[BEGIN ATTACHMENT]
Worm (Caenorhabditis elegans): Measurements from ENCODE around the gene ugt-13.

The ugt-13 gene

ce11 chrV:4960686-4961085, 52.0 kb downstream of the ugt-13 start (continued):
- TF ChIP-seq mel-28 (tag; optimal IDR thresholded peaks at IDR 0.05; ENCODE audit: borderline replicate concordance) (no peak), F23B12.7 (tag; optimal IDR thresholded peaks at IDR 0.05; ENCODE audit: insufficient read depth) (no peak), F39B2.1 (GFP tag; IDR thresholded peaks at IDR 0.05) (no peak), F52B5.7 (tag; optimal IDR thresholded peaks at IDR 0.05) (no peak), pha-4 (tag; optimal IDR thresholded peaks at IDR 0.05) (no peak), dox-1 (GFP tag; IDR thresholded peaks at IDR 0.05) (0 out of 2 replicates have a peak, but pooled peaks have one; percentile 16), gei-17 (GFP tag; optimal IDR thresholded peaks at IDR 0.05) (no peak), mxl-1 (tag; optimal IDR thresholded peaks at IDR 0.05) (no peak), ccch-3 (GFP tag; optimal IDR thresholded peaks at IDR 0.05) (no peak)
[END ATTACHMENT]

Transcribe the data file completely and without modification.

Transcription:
Worm (Caenorhabditis elegans): Measurements from ENCODE around the gene ugt-13.

The ugt-13 gene

ce11 chrV:4960686-4961085, 52.0 kb downstream of the ugt-13 start (continued):
- TF ChIP-seq mel-28 (tag; optimal IDR thresholded peaks at IDR 0.05; ENCODE audit: borderline replicate concordance) (no peak), F23B12.7 (tag; optimal IDR thresholded peaks at IDR 0.05; ENCODE audit: insufficient read depth) (no peak), F39B2.1 (GFP tag; IDR thresholded peaks at IDR 0.05) (no peak), F52B5.7 (tag; optimal IDR thresholded peaks at IDR 0.05) (no peak), pha-4 (tag; optimal IDR thresholded peaks at IDR 0.05) (no peak), dox-1 (GFP tag; IDR thresholded peaks at IDR 0.05) (0 out of 2 replicates have a peak, but pooled peaks have one; percentile 16), gei-17 (GFP tag; optimal IDR thresholded peaks at IDR 0.05) (no peak), mxl-1 (tag; optimal IDR thresholded peaks at IDR 0.05) (no peak), ccch-3 (GFP tag; optimal IDR thresholded peaks at IDR 0.05) (no peak)